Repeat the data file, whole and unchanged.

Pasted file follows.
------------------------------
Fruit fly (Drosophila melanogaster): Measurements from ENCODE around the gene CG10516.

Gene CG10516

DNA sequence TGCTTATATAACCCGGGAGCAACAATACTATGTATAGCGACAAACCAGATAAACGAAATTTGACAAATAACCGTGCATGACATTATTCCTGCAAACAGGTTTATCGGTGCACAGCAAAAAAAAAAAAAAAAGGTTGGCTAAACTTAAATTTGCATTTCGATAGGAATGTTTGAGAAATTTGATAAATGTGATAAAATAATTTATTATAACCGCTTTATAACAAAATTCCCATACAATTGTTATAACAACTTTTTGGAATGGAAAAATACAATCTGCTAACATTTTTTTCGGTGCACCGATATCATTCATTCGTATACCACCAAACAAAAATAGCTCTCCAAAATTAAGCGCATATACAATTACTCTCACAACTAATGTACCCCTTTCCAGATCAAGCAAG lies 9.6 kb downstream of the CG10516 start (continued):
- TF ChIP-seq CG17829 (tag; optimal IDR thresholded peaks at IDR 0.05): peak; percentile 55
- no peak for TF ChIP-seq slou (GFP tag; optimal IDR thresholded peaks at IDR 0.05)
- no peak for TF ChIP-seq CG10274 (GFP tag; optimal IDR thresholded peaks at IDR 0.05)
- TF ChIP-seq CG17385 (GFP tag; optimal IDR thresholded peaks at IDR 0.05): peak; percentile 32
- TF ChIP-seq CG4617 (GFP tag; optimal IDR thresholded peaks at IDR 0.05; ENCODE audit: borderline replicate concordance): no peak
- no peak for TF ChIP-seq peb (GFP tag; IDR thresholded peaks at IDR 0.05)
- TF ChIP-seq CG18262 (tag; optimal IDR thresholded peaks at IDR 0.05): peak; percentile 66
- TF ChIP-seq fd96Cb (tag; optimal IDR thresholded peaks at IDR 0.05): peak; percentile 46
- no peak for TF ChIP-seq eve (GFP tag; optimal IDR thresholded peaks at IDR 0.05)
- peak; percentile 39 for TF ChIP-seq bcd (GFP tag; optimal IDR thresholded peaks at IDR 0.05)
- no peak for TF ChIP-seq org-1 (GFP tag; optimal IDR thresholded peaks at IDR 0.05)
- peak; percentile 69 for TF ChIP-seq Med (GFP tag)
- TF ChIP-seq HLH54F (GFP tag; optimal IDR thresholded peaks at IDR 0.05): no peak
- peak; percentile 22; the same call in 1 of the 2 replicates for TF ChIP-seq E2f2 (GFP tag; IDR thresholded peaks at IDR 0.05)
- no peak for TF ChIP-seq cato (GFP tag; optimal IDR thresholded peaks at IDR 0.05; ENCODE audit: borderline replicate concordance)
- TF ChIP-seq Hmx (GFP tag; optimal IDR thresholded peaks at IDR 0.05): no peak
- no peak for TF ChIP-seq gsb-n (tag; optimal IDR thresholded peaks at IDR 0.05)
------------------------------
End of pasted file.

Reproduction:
Fruit fly (Drosophila melanogaster): Measurements from ENCODE around the gene CG10516.

Gene CG10516

DNA sequence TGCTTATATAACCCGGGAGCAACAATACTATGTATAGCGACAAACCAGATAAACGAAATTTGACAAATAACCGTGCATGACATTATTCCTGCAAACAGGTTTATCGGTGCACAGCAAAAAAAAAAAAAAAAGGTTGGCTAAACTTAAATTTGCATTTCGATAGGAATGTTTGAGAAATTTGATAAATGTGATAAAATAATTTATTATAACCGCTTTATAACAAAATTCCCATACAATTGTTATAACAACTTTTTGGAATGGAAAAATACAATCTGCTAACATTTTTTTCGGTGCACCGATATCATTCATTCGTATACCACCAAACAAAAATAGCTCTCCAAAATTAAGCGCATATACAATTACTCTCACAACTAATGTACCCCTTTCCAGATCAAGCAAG lies 9.6 kb downstream of the CG10516 start (continued):
- TF ChIP-seq CG17829 (tag; optimal IDR thresholded peaks at IDR 0.05): peak; percentile 55
- no peak for TF ChIP-seq slou (GFP tag; optimal IDR thresholded peaks at IDR 0.05)
- no peak for TF ChIP-seq CG10274 (GFP tag; optimal IDR thresholded peaks at IDR 0.05)
- TF ChIP-seq CG17385 (GFP tag; optimal IDR thresholded peaks at IDR 0.05): peak; percentile 32
- TF ChIP-seq CG4617 (GFP tag; optimal IDR thresholded peaks at IDR 0.05; ENCODE audit: borderline replicate concordance): no peak
- no peak for TF ChIP-seq peb (GFP tag; IDR thresholded peaks at IDR 0.05)
- TF ChIP-seq CG18262 (tag; optimal IDR thresholded peaks at IDR 0.05): peak; percentile 66
- TF ChIP-seq fd96Cb (tag; optimal IDR thresholded peaks at IDR 0.05): peak; percentile 46
- no peak for TF ChIP-seq eve (GFP tag; optimal IDR thresholded peaks at IDR 0.05)
- peak; percentile 39 for TF ChIP-seq bcd (GFP tag; optimal IDR thresholded peaks at IDR 0.05)
- no peak for TF ChIP-seq org-1 (GFP tag; optimal IDR thresholded peaks at IDR 0.05)
- peak; percentile 69 for TF ChIP-seq Med (GFP tag)
- TF ChIP-seq HLH54F (GFP tag; optimal IDR thresholded peaks at IDR 0.05): no peak
- peak; percentile 22; the same call in 1 of the 2 replicates for TF ChIP-seq E2f2 (GFP tag; IDR thresholded peaks at IDR 0.05)
- no peak for TF ChIP-seq cato (GFP tag; optimal IDR thresholded peaks at IDR 0.05; ENCODE audit: borderline replicate concordance)
- TF ChIP-seq Hmx (GFP tag; optimal IDR thresholded peaks at IDR 0.05): no peak
- no peak for TF ChIP-seq gsb-n (tag; optimal IDR thresholded peaks at IDR 0.05)